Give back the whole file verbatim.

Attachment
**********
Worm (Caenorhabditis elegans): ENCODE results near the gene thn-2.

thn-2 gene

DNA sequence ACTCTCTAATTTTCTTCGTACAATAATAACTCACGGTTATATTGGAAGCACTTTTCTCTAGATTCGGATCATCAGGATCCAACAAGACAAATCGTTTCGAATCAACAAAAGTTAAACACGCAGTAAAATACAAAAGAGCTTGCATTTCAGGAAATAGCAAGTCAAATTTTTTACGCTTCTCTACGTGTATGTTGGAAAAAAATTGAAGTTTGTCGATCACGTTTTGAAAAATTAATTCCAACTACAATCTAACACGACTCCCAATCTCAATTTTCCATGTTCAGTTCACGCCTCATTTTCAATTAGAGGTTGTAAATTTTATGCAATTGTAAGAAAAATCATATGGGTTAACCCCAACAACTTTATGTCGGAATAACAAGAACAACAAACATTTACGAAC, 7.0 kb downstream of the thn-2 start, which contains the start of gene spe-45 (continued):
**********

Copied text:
Worm (Caenorhabditis elegans): ENCODE results near the gene thn-2.

thn-2 gene

DNA sequence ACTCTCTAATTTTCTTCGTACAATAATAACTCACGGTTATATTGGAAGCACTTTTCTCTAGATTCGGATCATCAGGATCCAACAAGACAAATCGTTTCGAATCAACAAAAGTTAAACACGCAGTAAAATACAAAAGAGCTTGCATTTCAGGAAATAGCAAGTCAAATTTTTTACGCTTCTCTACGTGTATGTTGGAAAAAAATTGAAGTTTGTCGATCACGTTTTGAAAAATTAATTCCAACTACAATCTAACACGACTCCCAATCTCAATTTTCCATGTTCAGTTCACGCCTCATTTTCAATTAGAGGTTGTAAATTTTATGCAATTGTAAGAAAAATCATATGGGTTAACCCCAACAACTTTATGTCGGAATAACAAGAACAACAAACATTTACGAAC, 7.0 kb downstream of the thn-2 start, which contains the start of gene spe-45 (continued):